Zeina Durra returns to Sundance after a ten year absence with her second feature film Luxor. Centred around a typically hypnotic performance from Andrea Riseborough, the film follows Hana, who is fresh from her work as a doctor on the Jordan/Syria border, finding respite in the ancient Egyptian city. It becomes apparent that she has been there before, as a former lover – Sultan (Karim Saleh) – comes back into her life. Despite being resistant, Hanna is drawn down various spiritual routes that the city takes her on, as she tries to heal her internal wounds in different ways.

Hana gravitates back to a familiar hotel and it is clear that she is comfortable in the city – she knows taxi drivers and starts to use the staff entrance of the hotel. She quickly has a casual sexual encounter with a man she meets in the hotel bar but is still obviously affected by where she’s come from “I can’t sleep, I just got back from a war zone.” Hana bumps into her old love Sultan on a ferry and it is apparent, from her fumbling and nervous reaction, that there are still feelings there. As Hana visits various temples, tombs and other archaeological sites, she feels a ‘presence’ and is touched by something spiritual or possibly even supernatural; “the more unstable the world, the more the supernatural comes to the forefront.” Hana is clearly more affected by her experiences (presumably with Medicins Sans Frontieres) than she wants to let on – she forgets things and has a moment of release (a higlight of Riseborough’s performance) when she gets drunk, dances and starts sobbing.

Riseborough’s career has followed an interesting path, even just within just the last five years. She makes risky choices and is virtually unrecognisable from role-to-role, with films ranging through British comedies Mindhorn and The Death of Stalin, to smaller roles in  ‘prestigious’ awards dramas like Battle of the Sexes, Birdman and Nocturnal Animals and larger roles in genre films – Nancy, Mandy and this year’s Possessor. Refreshingly, she brings her real-life, matter-of-fact Northern character to Hana and some her line-deliveries are so good. When Sultan tells her that a mutual friend (and possibly his ex-girlfriend) is now “happily married with children,” Hana responds in her lazy, hungover state with “cool.” A film liked Luxor couldn’t possibly work unless you were completely sucked in by the central performance, but Riseborough always gives the impression that there is so much under the surface that Hana isn’t expressing.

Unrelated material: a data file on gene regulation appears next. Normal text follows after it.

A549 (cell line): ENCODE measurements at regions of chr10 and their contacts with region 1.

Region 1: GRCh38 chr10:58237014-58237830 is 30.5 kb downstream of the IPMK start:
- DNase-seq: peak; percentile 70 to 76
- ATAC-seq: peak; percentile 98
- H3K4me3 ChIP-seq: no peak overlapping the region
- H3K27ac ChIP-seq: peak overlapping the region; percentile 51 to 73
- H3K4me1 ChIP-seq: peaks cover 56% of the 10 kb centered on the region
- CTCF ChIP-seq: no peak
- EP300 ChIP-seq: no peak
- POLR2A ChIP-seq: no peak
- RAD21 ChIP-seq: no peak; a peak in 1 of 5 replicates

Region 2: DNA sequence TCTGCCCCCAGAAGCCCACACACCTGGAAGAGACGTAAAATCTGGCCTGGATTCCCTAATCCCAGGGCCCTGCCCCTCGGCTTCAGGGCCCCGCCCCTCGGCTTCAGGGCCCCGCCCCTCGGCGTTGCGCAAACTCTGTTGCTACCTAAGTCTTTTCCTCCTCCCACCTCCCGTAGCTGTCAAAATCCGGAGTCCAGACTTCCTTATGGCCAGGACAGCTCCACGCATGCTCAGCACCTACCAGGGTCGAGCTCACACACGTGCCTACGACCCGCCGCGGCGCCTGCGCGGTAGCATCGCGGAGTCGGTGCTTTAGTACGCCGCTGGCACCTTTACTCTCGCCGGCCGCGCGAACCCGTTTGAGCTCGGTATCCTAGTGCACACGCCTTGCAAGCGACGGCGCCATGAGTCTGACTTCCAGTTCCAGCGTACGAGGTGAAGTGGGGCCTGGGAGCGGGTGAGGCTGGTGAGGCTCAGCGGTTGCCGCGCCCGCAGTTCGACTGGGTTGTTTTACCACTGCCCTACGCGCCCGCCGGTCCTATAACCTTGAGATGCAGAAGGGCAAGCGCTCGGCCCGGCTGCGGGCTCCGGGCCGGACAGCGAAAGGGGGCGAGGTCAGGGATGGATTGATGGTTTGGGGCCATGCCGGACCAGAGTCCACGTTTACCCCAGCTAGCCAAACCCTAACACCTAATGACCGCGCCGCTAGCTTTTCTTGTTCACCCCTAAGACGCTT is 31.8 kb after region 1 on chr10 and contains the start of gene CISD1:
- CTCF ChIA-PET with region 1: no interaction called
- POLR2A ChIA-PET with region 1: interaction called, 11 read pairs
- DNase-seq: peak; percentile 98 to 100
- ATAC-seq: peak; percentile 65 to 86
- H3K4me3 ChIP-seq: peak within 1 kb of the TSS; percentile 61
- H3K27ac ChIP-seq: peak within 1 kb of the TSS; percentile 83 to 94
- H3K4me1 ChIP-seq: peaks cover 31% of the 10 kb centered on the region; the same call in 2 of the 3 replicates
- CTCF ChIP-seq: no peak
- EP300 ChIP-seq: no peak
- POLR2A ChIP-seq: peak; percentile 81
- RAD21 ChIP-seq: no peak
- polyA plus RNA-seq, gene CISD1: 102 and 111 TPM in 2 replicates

The cinematography by Zelmira Gainza and editing by Andrea Chignoli both aid the woozy, dreamlike state of Luxor. Hana is experiencing the city through a fog of jet-lag and possibly some post-traumatic stress. Reconnecting with Sultan makes her feel comfortable, as does seeking solace in the ancient and holy sites. Durra made this film with a newborn baby in tow and with women in key crew positions (including DP and editor) – none of which should be noteworthy in 2020 – but unfortunately still are. The costume design of Hana’s baggy, over-sized masculine shirts and loose trousers reveal so much about her character.

Durra’s script walks a delicate balance of humour and levity, while making it clear that Hana is traumatised and in her words “broken” by what she has witnessed and experienced. It is hinted that she has regrets about her life choices, particularly involving Sultan, but it is never presented as simple or black-and-white. The city is an evocative presence in the film, very much a third character which profoundly affects Hana and Sultan in different ways. Hana’s interactions with various women – some tourists and some locals – alter her perception of the place and how it is shaping her. Hana is a complicated woman, sensitively written by Durra and performed with nuance by Riseborough. It is also refreshing to see a story set in a Middle Eastern city where war informs the central character, but isn’t the primary focus. Riseborough’s easy chemistry with Saleh also conveys a sense of history for these characters, but it is left to the audience to fill in much of their backstory. Much is left unsaid, as it can be when you know someone intimately. This is an interesting feature film from Zeina Durra (with yet another mesmerising Riseborough performance) and hopefully, it will not be another ten years before she makes another.

Rating: ★★★½


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